Difference between revisions of "Protestant Reformation"

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{{Christianity}}
 
{{Christianity}}
The '''Protestant Reformation''' was the 16th century movement which led to the [[Protestantism|Protestant]] churches separating from the [[Roman Catholic Church]]. It is usually said to have started when [[Martin Luther]] nailed his ''[[95 Theses]]'' to the door of a church in Wittenburg [[Germany]]. Protestants rejected the false [[doctrine]]s and [[malpractice]]s within the [[Roman Catholic Church]]. Those included the teaching and sale of [[indulgences]], the  buying and selling of church positions and the systemic [[corruption]], which even reached to the position of the [[Pope]], devotion to [[Mary (mother of Jesus)|Mary]] and the [[saint]]s rather than true [[Christianity]] which is a matter of inward devotion to [[faith]] and [[God]] rather than outward symbols of ceremony and ritual, rejection of the [[authority]] of the [[Pope]] because the only true authority is the [[Bible]] which Protestants made available to all by publication of the Bible in the common language and universal education. The unnatural mandatory [[celibacy]] of the [[clergy]] (including monasticism) was also rejected. During the reformation many [[Martyrs to the faith]] were murdered by Roman Catholics.
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The '''Protestant Reformation''' was the 16th century movement which led to the [[Protestantism|Protestant]] churches separating from the [[Roman Catholic Church]]. It is usually said to have started when [[Martin Luther]] nailed his ''[[95 Theses]]'' to the door of a church in Wittenburg [[Germany]]. Protestants rejected what they perceived as false [[doctrine]]s and [[malpractice]]s within the [[Roman Catholic Church]]. These included the teaching and sale of [[indulgences]], the  buying and selling of church positions and the systemic [[corruption]], which even reached to the position of the [[Pope]], devotion to [[Mary (mother of Jesus)|Mary]] and the [[saint]]s rather than true [[Christianity]] which they saw as a matter of inward devotion to [[faith]] and [[God]] rather than outward symbols of ceremony and ritual, rejection of the [[authority]] of the [[Pope]] because they believed the only true authority to be the [[Bible]] which Protestants made available to all by publication of the Bible in the common language and universal education. The mandatory [[celibacy]] of the [[clergy], (as well as monasticism) were also rejected. During the reformation many [[Martyrs to the Protestant Faith]] were killed by Roman Catholics.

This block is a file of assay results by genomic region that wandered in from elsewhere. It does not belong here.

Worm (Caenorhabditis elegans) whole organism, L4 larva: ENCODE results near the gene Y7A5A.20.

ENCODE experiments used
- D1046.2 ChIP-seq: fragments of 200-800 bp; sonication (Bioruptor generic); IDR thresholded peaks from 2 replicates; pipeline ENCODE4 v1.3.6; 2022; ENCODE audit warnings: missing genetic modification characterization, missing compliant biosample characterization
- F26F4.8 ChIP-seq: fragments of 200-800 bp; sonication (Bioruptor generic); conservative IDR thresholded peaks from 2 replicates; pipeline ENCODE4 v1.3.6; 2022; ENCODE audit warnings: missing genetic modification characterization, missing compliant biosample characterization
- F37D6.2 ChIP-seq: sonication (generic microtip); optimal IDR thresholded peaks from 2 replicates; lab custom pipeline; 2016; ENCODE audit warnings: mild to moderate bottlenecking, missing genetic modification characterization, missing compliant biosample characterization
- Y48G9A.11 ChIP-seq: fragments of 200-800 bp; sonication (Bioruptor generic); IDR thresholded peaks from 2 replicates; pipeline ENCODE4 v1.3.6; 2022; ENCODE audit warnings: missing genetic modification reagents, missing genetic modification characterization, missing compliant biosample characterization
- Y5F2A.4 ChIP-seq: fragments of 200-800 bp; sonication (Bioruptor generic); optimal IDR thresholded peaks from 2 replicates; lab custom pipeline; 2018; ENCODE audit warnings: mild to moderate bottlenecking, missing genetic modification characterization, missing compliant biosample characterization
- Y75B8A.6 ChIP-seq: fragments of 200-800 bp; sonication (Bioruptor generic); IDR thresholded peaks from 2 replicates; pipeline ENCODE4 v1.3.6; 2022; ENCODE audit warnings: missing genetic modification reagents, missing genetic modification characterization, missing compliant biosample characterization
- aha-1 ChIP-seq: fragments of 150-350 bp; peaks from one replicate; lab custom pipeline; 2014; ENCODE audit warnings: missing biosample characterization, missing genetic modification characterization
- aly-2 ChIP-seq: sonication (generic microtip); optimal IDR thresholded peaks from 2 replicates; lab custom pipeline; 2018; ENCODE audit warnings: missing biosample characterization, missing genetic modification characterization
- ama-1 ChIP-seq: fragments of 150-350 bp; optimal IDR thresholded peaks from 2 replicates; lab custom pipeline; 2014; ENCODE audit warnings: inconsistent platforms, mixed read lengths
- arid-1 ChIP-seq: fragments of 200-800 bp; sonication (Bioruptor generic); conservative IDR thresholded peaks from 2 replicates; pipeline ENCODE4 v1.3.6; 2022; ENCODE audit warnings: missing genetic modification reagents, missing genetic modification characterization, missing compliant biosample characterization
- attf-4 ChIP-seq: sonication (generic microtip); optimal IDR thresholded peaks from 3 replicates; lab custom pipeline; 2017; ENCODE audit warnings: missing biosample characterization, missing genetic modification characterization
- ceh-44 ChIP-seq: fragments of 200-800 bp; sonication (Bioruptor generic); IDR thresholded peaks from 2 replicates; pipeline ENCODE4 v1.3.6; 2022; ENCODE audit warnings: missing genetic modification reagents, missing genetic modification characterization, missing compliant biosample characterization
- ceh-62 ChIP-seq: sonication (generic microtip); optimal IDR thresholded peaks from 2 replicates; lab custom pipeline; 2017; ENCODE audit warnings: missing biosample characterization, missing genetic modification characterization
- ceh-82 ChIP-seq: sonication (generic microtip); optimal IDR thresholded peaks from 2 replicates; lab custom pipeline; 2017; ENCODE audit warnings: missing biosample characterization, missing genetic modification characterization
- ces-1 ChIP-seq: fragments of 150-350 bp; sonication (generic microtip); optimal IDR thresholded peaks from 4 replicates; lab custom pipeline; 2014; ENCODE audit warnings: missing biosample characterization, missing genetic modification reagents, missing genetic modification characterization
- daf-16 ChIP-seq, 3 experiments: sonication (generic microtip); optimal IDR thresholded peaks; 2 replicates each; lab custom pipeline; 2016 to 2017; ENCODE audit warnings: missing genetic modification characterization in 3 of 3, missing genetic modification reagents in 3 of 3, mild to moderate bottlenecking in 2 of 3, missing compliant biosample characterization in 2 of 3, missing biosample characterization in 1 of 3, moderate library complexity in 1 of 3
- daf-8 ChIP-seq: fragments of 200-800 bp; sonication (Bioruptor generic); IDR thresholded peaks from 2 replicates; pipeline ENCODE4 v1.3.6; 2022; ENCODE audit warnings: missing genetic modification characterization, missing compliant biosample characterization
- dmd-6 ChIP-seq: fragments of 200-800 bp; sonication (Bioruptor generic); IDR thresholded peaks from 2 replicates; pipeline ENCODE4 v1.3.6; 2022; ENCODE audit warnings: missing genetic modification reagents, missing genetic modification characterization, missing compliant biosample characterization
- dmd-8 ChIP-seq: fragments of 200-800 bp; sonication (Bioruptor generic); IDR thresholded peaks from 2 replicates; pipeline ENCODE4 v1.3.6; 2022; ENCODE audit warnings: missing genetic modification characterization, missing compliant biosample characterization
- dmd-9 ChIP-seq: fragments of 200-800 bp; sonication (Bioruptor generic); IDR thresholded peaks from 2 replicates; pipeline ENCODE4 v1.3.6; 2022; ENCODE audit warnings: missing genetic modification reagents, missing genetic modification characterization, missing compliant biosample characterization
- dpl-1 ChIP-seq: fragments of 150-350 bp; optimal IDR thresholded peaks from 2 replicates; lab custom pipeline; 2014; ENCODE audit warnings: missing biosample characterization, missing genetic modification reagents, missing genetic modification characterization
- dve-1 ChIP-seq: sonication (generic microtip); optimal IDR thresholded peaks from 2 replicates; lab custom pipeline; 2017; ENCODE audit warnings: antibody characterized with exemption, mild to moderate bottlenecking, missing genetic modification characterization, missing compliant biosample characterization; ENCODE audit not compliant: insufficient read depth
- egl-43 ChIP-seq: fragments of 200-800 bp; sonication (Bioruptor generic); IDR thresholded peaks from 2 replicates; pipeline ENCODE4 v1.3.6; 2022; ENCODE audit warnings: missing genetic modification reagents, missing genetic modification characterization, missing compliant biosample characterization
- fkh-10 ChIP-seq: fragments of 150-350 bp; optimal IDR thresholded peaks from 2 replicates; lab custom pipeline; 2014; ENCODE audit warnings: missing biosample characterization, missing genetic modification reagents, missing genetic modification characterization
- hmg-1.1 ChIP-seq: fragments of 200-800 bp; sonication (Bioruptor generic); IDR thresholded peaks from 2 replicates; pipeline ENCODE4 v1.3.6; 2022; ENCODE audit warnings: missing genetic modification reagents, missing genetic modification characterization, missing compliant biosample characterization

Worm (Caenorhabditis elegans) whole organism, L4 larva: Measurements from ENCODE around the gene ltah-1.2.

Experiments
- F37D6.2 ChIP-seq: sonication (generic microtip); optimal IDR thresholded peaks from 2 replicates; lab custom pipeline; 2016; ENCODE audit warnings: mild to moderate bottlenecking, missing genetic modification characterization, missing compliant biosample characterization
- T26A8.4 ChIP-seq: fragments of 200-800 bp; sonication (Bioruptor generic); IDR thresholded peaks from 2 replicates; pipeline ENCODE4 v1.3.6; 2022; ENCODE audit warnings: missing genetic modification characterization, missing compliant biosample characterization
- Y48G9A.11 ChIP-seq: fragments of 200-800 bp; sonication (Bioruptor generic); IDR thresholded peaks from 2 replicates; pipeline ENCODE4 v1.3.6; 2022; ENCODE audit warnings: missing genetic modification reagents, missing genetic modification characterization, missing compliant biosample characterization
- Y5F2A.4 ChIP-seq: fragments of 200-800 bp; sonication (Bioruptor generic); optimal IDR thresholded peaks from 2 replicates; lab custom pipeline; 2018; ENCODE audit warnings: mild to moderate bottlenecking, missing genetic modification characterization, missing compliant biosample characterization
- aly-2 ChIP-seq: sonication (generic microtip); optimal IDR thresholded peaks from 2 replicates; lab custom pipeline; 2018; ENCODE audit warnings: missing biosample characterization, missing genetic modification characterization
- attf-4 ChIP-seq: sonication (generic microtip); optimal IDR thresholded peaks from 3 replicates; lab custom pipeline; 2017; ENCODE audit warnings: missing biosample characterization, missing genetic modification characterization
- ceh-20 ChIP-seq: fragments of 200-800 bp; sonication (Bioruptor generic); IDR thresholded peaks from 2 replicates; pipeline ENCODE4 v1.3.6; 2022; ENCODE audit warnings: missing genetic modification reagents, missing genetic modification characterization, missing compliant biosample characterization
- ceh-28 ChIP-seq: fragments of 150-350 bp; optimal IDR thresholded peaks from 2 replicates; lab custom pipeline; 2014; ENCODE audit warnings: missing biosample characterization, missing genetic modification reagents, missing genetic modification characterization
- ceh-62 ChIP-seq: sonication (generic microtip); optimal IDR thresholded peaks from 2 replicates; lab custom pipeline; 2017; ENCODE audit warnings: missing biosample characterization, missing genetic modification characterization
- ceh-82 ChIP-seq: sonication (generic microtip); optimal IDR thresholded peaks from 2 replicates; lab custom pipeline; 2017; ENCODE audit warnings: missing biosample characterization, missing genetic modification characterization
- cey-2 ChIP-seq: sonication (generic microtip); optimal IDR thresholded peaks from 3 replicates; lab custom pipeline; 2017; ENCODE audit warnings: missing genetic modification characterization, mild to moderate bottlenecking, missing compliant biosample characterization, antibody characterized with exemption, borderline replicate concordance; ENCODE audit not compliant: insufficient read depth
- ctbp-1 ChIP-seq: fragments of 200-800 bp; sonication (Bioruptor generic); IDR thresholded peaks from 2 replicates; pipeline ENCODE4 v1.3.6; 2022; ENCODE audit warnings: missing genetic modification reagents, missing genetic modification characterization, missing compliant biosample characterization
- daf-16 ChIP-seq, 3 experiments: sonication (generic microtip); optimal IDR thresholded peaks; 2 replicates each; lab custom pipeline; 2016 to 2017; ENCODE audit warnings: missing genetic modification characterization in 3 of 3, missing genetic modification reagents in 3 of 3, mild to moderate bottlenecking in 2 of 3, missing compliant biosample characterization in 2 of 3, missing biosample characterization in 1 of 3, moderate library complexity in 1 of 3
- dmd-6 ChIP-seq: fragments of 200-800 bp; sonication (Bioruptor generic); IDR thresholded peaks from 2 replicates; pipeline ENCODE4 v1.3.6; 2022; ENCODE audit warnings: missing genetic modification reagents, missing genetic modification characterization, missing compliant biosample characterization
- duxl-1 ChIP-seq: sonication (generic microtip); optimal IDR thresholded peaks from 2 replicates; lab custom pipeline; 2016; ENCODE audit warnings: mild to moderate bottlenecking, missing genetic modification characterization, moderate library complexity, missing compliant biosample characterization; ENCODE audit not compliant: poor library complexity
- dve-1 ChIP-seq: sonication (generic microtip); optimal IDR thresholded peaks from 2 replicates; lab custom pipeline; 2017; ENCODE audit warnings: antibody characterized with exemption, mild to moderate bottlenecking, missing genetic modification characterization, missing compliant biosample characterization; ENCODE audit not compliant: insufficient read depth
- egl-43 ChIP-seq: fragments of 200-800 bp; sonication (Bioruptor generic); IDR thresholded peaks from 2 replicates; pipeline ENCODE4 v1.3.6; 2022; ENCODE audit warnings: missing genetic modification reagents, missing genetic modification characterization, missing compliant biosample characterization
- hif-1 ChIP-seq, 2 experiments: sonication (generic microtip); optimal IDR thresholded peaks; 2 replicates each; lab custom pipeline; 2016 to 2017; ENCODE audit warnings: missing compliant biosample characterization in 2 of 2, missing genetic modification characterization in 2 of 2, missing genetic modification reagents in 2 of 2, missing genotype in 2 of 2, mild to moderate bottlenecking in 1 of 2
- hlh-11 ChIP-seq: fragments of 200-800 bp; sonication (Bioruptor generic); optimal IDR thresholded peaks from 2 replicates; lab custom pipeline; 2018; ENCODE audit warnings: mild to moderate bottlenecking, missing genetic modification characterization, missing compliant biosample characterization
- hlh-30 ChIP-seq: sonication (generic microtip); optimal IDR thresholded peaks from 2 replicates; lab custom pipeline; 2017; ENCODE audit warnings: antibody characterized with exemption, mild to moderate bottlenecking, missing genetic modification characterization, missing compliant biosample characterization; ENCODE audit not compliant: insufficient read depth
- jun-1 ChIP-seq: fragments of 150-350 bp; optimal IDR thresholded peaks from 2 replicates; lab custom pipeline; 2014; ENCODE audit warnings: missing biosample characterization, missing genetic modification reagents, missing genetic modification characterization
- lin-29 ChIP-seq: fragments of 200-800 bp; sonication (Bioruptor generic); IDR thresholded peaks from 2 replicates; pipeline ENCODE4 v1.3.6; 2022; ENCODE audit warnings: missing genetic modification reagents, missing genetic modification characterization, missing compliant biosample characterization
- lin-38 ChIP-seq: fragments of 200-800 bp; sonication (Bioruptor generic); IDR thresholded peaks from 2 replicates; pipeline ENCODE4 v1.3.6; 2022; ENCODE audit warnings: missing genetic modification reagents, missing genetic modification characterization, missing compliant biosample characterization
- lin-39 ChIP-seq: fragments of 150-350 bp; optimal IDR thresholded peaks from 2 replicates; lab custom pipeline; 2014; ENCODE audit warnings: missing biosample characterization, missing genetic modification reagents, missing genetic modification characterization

===[[Reformation Terms]]===
 
===[[Reformation Terms]]===

Revision as of 15:05, 4 April 2008

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Christianity

Foundations
Jesus Christ
The Gospel

Bible
Old Testament
New Testament
Ten Commandments

Christian Theology
Trinity: Father,
Jesus Christ, Holy Spirit
Nicene Creed
Creation
Defense of Christianity
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History and Traditions
Roman Catholic Church
Arianism
Orthodox Church
Crusades
Protestant Reformation
Counter Reformation
Protestantism
Missions
Great Awakening
Social Gospel
Mainline
Liberal Christians
Evangelical Christians
Fundamentalism

Important Figures
Saint Paul
Saint Athanasius
Saint Augustine
Thomas Aquinas
Martin Luther
John Calvin
Jonathan Edwards
John Wesley
Pope

The Protestant Reformation was the 16th century movement which led to the Protestant churches separating from the Roman Catholic Church. It is usually said to have started when Martin Luther nailed his 95 Theses to the door of a church in Wittenburg Germany. Protestants rejected what they perceived as false doctrines and malpractices within the Roman Catholic Church. These included the teaching and sale of indulgences, the buying and selling of church positions and the systemic corruption, which even reached to the position of the Pope, devotion to Mary and the saints rather than true Christianity which they saw as a matter of inward devotion to faith and God rather than outward symbols of ceremony and ritual, rejection of the authority of the Pope because they believed the only true authority to be the Bible which Protestants made available to all by publication of the Bible in the common language and universal education. The mandatory celibacy of the [[clergy], (as well as monasticism) were also rejected. During the reformation many Martyrs to the Protestant Faith were killed by Roman Catholics.

Reformation Terms